Has anybody been following the Letters page of The New Yorker recently?
Quick recap: TNY writes something about Capote, which film includes a character named William Shawn, who was in fact the editor of TNY for a great many years, and who enjoys a tremendous reputation for excellence among the literary lights of New York.
(The actor is the same guy who played both the head of NBC on “Seinfeld,” and the son of the head of the folk-music record company in “A Mighty Wind.” So if you need someone to play a media executive, you know who to call.)
The sons of William Shawn, one of whom is the writer and actor Wallace Shawn (oh yeah– that guy. He was Diane Keaton’s ex-husband in “Annie Hall,” and the voice of the dinosaur in “Toy Story,” and wrote the new translation of “Threepenny Opera” currently on Broadway, as well as “My Dinner With Andre,” an autobiographical film in which he talks about what a failure he is– I guess success comes late to some people, which is good news in my case), and the other of whom I’m sure is an equally excellent individual, write to The New Yorker to set the record straight about certain factual inaccuracies about their father as depicted in the film.
One of these is the matter of William Shawn having accompanied Capote on a flight to Kansas. Apparently, William Shawn never flew on an airplane.
Now, leaving aside for the moment the issue of whether it is reasonable to expect Hollywood films–even those made by New Yorkers, and whose characters are based on actual humans–to adhere to verisimilitude in ways that are trivial to the telling of the story (an issue I have raised in a submission to mcsweeneys.net), is the absolutely un-fucking-beliveable fact that until as recently as 1987 it was possible to be the editor of the New Yorker without ever having flown in an airplane.
Look, I’m not like some big technology-is-everything person, and I’m old enough to have actually read the New Yorker in 1987 (it was superbly edited but totally impenetrable, as I recall, making no effort whatsoever to attract any readers beyond those who had absolute faith that everything you were going to tell them was essential information they would want to have– and extremely, just, I’m sorry, snobby— I’m sorry, but no letters page? You think you’re perfect? I have a fairly antiquated notion of the writer-reader relationship, which is to say that I don’t particularly want to see mail from people who’ve read my shit in my personal email inbox, but this was ridiculous). So I understand that it was possible to travel by other means. But the idea that someone could be the editor– could become the editor– of a major national general-interest magazine without having ever traveled to a place that can only be traveled to by airplane, strikes me as archaic. It’s a little bit quaint.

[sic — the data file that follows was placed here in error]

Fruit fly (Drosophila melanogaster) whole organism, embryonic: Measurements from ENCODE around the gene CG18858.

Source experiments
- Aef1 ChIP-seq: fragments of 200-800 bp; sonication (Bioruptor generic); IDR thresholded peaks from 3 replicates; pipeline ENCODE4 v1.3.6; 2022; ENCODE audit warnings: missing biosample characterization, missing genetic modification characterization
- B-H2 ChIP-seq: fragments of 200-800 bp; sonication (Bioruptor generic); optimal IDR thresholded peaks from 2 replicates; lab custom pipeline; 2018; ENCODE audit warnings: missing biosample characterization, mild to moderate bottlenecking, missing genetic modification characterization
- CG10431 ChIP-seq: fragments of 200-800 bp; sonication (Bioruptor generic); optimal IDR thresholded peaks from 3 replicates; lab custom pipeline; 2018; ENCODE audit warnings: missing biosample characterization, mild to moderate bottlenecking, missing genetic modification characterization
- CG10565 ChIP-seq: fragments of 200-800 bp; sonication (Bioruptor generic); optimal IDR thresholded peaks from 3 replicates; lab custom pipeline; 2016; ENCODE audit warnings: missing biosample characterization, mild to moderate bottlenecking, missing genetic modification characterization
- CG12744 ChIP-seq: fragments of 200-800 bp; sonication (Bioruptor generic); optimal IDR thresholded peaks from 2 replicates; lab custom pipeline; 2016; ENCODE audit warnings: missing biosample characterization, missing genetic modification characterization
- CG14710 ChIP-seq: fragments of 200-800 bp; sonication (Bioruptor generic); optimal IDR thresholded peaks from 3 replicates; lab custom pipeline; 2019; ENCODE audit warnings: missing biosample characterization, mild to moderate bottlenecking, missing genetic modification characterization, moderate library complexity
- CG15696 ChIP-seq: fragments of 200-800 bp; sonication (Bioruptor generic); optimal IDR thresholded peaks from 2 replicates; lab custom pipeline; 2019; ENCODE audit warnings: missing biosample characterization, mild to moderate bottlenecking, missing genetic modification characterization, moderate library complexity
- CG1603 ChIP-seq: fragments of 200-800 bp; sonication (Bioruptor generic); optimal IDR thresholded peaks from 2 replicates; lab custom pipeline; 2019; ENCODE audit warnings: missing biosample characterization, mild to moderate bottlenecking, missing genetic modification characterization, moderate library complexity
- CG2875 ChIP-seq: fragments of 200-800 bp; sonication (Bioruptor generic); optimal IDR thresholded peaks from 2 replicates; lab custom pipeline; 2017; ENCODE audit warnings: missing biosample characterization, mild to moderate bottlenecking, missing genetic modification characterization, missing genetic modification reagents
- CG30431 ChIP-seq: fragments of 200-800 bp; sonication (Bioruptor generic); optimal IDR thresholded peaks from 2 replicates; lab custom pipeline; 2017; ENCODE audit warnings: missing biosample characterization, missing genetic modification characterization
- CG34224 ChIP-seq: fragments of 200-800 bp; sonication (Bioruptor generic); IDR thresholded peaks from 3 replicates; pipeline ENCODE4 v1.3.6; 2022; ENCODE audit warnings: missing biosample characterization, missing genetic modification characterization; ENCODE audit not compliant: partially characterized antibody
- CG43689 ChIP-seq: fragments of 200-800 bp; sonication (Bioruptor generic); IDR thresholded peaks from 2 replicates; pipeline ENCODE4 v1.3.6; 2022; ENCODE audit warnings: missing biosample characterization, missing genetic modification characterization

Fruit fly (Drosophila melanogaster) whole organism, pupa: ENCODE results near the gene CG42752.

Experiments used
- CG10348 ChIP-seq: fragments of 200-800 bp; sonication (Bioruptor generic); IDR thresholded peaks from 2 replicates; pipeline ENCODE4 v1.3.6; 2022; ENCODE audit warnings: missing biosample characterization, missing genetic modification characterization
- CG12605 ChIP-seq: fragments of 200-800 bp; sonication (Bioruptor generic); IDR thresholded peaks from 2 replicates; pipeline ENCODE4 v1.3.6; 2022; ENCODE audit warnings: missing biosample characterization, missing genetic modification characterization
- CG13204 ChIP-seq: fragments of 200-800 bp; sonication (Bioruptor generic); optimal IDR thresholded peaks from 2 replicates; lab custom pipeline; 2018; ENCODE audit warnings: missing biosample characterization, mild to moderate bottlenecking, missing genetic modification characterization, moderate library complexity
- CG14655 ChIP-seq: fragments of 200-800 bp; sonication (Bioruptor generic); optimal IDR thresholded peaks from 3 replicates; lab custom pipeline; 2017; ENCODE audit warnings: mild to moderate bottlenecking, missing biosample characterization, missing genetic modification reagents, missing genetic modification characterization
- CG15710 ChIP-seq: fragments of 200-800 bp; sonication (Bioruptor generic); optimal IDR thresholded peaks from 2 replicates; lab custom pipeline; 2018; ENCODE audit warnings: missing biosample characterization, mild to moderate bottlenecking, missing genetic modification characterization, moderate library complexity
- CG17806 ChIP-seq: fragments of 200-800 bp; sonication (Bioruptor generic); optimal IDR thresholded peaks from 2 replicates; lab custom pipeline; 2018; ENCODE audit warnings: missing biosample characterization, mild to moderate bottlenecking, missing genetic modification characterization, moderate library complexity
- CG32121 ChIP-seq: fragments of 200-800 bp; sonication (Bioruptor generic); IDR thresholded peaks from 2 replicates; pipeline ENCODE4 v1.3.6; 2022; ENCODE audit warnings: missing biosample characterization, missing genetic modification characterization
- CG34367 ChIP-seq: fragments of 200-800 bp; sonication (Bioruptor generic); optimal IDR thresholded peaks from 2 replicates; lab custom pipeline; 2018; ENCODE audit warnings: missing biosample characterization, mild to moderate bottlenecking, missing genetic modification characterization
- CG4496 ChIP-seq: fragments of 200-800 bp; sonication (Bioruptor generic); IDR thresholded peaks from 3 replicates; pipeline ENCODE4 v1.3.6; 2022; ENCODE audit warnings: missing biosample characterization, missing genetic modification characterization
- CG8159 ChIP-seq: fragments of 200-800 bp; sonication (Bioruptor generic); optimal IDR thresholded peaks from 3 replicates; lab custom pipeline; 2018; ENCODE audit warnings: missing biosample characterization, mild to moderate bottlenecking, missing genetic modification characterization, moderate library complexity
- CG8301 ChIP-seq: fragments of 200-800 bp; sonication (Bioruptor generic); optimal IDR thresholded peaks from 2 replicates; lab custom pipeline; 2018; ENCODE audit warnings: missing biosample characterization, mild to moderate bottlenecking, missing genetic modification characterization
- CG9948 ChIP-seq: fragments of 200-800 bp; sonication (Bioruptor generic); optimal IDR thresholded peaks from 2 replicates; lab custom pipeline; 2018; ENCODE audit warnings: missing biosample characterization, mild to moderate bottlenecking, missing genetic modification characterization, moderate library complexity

The fact that this is just absolutely impossible to conceive of now is a sign of progress. There is just too much to know about the world–all of which, ultimately, should inform, however indirectly, virtually every decision one makes as an editor of a magazine–to be able to tell people about it without ever having set foot on an airplane.
Indeed, the inacecssibility & airplane issues are related. What they are together saying, by implication, is: Everything worth knowing is in New York, or reachable from New York by foot, car, train, ship, or bicycle, and I’ll tell you about those things, so those things are in this magazine, so you don’t need any additional, more-quickly-consumed presentation of information about whether this is worth reading (such as pull-quote or photo) so you can make decisions about what else you might want to do with your time, such as see a movie, or play with your kids, or go get some sushi, or *gasp* read something else, so I’m just going to present long columns of text and thereby require you to read like 1000 words before you can figure out whether you want to continue.
On the other hand, he did edit “In Cold Blood”, so what the hell do I know.